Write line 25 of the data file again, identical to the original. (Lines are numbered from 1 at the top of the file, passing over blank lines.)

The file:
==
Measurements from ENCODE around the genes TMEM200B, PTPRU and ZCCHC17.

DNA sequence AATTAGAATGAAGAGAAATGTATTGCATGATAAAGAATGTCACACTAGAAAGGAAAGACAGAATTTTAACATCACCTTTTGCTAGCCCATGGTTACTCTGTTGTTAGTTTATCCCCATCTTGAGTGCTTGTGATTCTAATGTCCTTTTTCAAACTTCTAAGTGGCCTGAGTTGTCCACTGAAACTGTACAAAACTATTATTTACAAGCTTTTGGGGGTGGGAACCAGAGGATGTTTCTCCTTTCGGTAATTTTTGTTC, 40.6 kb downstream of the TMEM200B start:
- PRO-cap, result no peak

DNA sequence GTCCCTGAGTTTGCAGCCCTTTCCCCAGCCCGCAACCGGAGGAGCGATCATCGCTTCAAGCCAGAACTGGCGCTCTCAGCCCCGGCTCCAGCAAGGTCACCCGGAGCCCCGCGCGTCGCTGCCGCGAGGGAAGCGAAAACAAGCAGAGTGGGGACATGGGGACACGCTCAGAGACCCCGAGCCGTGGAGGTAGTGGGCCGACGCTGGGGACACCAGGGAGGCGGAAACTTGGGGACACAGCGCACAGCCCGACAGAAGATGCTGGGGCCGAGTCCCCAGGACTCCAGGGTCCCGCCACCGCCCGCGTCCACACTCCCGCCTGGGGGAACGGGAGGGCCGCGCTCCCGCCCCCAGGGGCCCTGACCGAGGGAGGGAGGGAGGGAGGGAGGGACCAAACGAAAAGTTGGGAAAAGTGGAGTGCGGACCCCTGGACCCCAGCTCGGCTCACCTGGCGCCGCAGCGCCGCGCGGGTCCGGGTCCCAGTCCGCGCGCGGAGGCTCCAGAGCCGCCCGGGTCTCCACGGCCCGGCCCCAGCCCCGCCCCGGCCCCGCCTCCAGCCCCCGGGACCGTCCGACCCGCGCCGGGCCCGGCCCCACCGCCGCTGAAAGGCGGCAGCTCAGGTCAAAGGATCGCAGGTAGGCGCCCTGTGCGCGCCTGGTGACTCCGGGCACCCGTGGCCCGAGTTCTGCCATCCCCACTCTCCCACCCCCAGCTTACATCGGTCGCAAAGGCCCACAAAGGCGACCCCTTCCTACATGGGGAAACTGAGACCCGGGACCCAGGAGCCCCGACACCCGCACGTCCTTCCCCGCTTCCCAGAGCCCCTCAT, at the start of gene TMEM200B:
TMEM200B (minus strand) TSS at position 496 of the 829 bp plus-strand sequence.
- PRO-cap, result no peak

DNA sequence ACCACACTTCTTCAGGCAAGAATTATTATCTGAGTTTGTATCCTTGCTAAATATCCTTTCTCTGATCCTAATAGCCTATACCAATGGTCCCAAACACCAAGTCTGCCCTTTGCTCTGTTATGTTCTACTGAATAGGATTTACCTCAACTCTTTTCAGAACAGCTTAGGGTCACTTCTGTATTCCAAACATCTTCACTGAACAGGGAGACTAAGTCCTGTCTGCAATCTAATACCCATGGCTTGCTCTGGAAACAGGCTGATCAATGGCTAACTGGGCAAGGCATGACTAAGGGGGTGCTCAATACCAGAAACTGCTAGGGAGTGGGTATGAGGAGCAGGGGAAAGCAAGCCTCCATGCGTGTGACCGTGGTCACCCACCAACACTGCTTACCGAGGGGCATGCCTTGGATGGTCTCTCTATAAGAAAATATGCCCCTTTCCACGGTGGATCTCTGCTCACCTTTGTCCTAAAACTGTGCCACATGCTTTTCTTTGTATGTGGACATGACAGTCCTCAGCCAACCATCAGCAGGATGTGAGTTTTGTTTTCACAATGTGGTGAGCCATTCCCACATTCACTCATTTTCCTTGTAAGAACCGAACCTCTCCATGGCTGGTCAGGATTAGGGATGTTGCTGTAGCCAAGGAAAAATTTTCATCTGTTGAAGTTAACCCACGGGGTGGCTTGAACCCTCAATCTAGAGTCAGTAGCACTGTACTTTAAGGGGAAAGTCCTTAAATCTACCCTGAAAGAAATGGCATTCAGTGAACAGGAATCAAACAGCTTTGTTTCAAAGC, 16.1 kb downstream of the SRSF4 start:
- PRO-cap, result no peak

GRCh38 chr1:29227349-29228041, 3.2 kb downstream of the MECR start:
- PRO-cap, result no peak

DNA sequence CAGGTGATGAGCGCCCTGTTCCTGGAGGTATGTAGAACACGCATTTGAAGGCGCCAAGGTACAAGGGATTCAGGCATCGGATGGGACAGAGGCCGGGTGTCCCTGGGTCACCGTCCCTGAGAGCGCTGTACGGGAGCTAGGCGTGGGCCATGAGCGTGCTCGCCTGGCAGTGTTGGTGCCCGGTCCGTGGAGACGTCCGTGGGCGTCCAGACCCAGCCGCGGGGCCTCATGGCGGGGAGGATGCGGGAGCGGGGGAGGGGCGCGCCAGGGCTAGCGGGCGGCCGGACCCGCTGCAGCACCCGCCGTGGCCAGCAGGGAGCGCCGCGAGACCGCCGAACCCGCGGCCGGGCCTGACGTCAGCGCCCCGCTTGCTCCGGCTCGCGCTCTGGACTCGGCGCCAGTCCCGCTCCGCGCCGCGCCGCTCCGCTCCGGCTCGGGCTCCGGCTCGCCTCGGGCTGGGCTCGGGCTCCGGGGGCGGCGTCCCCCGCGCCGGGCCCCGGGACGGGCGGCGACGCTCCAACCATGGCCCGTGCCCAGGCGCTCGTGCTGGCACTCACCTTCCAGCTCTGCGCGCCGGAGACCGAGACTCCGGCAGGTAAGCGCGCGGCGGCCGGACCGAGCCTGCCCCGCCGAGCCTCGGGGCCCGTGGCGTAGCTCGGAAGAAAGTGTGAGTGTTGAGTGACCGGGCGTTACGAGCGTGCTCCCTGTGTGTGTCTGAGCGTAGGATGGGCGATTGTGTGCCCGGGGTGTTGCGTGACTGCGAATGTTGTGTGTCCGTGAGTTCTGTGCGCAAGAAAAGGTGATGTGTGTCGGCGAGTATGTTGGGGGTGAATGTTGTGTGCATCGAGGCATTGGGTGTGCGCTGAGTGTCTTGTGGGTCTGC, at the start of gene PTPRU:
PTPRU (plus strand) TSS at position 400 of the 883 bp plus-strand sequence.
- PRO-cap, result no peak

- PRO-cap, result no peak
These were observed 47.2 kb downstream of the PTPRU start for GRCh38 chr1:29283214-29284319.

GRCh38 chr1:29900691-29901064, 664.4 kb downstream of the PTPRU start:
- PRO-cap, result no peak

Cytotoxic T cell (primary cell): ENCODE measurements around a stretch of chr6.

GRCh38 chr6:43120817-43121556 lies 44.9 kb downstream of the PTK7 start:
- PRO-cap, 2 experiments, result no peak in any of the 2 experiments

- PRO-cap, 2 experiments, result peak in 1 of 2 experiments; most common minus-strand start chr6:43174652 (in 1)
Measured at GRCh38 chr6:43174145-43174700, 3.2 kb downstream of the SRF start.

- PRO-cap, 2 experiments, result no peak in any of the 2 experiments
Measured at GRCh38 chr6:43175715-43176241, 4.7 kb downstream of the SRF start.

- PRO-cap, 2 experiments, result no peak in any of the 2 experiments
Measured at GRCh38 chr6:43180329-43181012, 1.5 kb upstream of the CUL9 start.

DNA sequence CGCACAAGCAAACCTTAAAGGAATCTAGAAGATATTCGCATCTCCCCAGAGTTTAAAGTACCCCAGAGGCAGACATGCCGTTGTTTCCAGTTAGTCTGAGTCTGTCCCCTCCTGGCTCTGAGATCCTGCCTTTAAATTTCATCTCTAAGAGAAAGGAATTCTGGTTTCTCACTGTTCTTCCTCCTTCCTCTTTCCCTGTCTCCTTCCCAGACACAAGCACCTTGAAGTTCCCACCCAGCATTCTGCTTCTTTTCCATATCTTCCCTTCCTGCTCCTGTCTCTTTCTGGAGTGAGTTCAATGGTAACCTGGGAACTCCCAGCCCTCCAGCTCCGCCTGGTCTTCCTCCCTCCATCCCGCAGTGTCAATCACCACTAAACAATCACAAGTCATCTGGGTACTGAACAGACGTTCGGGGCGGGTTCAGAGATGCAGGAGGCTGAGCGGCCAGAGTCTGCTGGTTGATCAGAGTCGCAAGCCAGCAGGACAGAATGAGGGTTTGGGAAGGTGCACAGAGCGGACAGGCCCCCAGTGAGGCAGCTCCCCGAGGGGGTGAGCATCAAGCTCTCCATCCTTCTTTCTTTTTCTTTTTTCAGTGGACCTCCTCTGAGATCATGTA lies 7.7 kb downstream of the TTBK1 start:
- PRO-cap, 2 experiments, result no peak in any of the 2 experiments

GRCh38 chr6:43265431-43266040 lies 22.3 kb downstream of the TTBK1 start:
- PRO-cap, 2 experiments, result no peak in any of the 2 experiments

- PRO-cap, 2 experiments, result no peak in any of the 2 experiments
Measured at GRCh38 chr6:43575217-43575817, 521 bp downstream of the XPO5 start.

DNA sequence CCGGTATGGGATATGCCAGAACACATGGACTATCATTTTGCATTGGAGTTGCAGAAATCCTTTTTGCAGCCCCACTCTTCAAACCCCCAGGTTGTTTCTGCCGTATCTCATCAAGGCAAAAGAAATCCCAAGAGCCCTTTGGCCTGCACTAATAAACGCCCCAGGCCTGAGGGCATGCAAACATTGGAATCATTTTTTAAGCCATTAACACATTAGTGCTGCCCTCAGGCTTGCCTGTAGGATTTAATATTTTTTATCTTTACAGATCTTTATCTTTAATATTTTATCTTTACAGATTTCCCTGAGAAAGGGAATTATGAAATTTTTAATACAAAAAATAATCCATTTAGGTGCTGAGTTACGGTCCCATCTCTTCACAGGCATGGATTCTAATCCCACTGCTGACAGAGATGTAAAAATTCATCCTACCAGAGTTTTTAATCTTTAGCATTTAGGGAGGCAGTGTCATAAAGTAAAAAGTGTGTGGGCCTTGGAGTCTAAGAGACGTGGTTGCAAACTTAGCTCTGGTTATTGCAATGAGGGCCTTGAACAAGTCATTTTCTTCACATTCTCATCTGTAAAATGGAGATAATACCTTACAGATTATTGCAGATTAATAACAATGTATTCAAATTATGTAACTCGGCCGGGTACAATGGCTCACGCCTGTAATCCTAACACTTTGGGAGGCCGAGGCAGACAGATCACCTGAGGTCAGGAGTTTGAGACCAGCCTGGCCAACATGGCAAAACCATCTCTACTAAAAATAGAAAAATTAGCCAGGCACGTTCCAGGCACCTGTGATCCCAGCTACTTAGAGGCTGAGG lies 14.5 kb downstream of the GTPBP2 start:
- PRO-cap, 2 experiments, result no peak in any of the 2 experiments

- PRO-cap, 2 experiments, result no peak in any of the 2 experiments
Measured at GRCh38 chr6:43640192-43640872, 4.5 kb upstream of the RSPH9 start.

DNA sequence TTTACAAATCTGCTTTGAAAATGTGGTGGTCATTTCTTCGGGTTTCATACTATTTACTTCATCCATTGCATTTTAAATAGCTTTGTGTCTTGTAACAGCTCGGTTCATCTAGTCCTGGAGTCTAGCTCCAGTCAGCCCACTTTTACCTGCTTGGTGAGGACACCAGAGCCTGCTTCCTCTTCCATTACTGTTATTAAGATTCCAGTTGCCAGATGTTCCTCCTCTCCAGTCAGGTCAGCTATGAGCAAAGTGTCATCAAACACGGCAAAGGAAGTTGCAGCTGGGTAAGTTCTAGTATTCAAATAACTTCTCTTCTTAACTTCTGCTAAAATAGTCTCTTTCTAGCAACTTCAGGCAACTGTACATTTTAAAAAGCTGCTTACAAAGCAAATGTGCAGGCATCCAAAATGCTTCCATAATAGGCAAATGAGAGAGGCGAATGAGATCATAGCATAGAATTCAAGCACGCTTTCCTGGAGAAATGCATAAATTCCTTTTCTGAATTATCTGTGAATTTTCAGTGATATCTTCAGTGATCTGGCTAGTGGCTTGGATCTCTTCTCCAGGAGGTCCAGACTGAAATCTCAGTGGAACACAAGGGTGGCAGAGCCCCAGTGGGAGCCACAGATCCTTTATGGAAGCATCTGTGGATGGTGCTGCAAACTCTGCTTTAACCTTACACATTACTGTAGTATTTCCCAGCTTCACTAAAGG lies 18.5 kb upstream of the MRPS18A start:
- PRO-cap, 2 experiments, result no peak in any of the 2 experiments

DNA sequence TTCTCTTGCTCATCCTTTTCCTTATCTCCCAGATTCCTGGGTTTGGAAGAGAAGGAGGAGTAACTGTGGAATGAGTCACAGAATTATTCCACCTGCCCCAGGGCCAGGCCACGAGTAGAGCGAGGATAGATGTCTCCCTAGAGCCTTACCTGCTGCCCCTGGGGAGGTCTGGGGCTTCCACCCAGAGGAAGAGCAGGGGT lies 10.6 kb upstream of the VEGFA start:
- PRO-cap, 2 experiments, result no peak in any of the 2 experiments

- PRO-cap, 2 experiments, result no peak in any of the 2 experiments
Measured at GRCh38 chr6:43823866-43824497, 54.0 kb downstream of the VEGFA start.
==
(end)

- PRO-cap, 2 experiments, result no peak in any of the 2 experiments